@nathanaelhuffman Thanks for the message, Nathanael (or probably Nate?). It's interesting to hear how other people are doing their stuff. Coming from a Linux background, really all that's necessary is to set up a Make project for the IP models, but I can't in good conscience force Make onto my Windows using coworkers. :-) I'm currently looking at a Python-based Make called "doit". Then the flow would be to call "doit" at the beginning of run.py and it would always ensure that all the IP models are up to date before we even get into VUnit. (Just to let you know, you're probably reinventing the wheel a little bit because doit keeps track of dependencies by storing a hash of the files. MD5 I think instead of SHA, but anyway...) Thanks for your message!
@nathanaelhuffman Rereading my last post, I wanted to be more clear. The last part was just saying, "you might be interested in checking out many of the off-the-shelf build automation tools that keep track of file dependencies and automatically build just the pieces that need to be updated." doit is just one of the many.
@nathanaelhuffman … but it's certainly fun to build your own, too. I get it. :-)
maierchr
@maierchr
Hi there, I am using the add_vivado_ip function for a block level simulation. Now I ad the DDR4 core and model to the block. Unfortunately the simulation stop working. This is caused by two file_types in the generated compile_order.txt: SystemVerilog (Xilinx DDR4 IF) and ELF (for some Microblaze uC in the DDR4) used in the DDR4 files .
The SystemVerilog issue could be solved by adding "SystemVerilog" in vivado.py line 100 (at the first look).
The ELF file handling seems to be more complex.
Does anybody has an idea?
Emad Alhasab
@elhasab

@maierchr I have the same issue with filters that add coefficient and memory initialization files.
an easy (and ugly) workaround is to check and skip those files in vivado/vivado.py, for example (in my case):

for line in ifile.readlines():
             library_name, file_type, file_name = line.strip().split(",", 2)
+            if file_type in ("Memory Initialization Files", "Coefficient Files"):
+                continue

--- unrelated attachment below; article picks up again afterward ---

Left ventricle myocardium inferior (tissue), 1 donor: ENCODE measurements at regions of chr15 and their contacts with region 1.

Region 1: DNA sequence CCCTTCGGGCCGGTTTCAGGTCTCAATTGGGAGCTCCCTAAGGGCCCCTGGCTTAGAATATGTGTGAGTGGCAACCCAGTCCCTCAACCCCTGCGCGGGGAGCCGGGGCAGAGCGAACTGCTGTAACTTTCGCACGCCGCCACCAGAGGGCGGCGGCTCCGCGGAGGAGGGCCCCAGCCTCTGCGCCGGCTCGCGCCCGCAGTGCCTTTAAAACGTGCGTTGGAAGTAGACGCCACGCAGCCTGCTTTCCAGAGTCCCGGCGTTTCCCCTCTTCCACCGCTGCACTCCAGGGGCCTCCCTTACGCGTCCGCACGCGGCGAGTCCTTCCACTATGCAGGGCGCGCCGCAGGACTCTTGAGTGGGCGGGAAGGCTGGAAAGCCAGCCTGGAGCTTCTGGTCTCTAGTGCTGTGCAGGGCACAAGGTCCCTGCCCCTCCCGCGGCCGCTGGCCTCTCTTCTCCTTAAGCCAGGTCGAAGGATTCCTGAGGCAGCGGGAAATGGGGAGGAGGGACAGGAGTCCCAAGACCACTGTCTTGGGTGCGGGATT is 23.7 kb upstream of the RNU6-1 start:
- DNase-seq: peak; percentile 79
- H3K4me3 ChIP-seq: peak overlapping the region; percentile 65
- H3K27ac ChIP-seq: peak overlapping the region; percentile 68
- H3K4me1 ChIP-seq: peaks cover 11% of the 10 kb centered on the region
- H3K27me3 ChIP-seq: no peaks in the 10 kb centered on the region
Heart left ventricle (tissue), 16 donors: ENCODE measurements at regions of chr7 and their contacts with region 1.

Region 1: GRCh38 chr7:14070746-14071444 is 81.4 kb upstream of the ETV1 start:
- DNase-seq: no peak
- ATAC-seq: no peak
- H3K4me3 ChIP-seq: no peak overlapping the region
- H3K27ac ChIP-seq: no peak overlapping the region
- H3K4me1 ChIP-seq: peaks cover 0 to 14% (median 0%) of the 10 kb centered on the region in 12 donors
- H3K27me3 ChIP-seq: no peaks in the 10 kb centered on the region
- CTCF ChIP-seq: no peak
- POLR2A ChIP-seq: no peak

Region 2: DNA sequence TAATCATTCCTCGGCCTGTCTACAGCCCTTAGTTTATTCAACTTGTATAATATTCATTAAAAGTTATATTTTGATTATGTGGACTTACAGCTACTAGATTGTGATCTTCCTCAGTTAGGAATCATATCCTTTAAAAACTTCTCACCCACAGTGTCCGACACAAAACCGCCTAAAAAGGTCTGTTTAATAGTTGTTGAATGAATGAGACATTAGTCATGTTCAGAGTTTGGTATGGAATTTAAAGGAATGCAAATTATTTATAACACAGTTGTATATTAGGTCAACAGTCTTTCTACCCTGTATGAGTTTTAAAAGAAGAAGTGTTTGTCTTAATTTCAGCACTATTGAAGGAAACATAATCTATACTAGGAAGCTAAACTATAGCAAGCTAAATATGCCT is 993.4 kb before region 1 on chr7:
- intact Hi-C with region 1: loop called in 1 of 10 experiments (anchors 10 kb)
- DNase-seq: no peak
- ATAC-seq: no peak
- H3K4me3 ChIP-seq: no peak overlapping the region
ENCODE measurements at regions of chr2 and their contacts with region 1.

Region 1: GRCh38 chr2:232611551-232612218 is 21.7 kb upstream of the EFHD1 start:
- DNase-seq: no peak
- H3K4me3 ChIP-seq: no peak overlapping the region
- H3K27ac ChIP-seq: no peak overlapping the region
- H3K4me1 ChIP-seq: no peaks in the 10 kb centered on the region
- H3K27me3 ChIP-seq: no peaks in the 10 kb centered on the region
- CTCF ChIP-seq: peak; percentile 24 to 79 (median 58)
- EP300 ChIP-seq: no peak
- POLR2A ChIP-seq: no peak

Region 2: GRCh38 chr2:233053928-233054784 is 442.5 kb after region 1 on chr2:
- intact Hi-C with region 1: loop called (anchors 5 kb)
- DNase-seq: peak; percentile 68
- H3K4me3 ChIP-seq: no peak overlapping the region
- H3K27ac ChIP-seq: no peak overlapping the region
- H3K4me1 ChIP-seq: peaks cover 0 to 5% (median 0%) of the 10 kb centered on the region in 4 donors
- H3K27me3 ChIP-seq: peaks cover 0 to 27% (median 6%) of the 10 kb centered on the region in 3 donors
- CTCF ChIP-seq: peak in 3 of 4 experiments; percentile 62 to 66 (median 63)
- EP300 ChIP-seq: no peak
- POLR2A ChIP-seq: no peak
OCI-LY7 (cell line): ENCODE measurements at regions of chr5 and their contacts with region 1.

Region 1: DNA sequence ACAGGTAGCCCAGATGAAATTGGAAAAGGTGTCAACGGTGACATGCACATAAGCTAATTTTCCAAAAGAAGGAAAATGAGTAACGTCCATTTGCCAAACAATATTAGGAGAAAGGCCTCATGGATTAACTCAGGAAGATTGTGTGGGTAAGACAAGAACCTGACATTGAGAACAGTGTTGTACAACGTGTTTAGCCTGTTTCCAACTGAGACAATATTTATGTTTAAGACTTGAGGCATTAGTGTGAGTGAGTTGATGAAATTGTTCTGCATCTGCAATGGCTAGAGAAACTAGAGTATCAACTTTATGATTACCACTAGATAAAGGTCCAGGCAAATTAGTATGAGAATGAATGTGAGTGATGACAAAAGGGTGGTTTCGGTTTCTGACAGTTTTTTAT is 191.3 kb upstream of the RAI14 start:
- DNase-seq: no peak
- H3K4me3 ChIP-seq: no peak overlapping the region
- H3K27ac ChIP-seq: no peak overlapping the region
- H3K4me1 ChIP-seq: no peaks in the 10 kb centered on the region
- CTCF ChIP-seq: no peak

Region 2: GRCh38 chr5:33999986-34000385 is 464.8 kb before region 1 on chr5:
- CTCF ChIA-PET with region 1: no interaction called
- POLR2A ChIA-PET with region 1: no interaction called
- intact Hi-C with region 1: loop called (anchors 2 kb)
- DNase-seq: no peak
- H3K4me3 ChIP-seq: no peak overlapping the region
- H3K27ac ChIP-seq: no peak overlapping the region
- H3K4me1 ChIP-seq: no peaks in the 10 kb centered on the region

assert file_type in ("Verilog", "VHDL", "Verilog Header")
             libraries.add(library_name)

I wonder if someone have a proper solution for this problem.

Nathanael Huffman
@nathanaelhuffman
@jjarmagost I think it also depends on your workflows and how much IP and qsys systems you're using. When we first started, we used to just compile the device libraries but as Quartus has come to rely more on individual qsys files for significant amounts of IP, and our designs that we want to simulate begin to include multiple qsys systems in some cases it was nicer to build the tooling so that the user just needs to think about including qsys files in the simulation and all of the background work is done by the tool. Multiple qsys systems get kind of tricky since you need to make a combined simulation script. Rather than figure out all of that I wanted to use the msim_setup.tcl generated when you make-ip-sim-script. Maybe I'm missing a more simple solution, but it would seem like using something like doit still requires one to generate all of the simulation models and have them compiled by modelsim and added to vunit as external dependencies would still be required no? With our system we do a vu.add_qsys_system('<qsys_file_name>') in our run.py for as many systems/ip as are required for the given testbench and the external files get refreshed as needed and compiled into externally managed libraries (from vunit perspective) and the sim "just works". I am interested if I'm not understanding your proposed flow, or if I've missed an obviously simpler way to do integrate with Quartus IP, my example use case is some testbench files, some plain vhdl logic files instantiated by the testbench, and 2 custom qsys systems, also instantiated by the testbench.
1138-4EB
@1138-4EB
@nathanaelhuffman, you said that you could not publish the code. Did you mean any of it or just because of the IP cores? If possible, I'd be interested on having a look at add_qsys_system, even if a full working example is not available.
Dominic
@abaebae
Hi, I tried to use the VUNIT_TEST_OUTPUT_PATH_MARGIN option to reduce the path length. The paths are shortened, but Riviera has a problem with the shortened path. It runs in loop and does not recover. Using VUNIT_SHORT_TEST_OUTPUT_PATHS works fine.
1138-4EB
@1138-4EB
@abaebae, that sounds like a possible bug, but I am not familiar with those options. Would you mind opening an issue? Just C&P your message. That will allow us to better track a fix.
Dominic
@abaebae
@1138-4EB, sure see #605 .
Dominic
@abaebae
How can I change the output of a check_equal from a binary format to hex?
Lars Asplund
@LarsAsplund
@abaebae You can't. The idea is that it should be fairly easy to convert to hex since the binary format is divided into nibbles.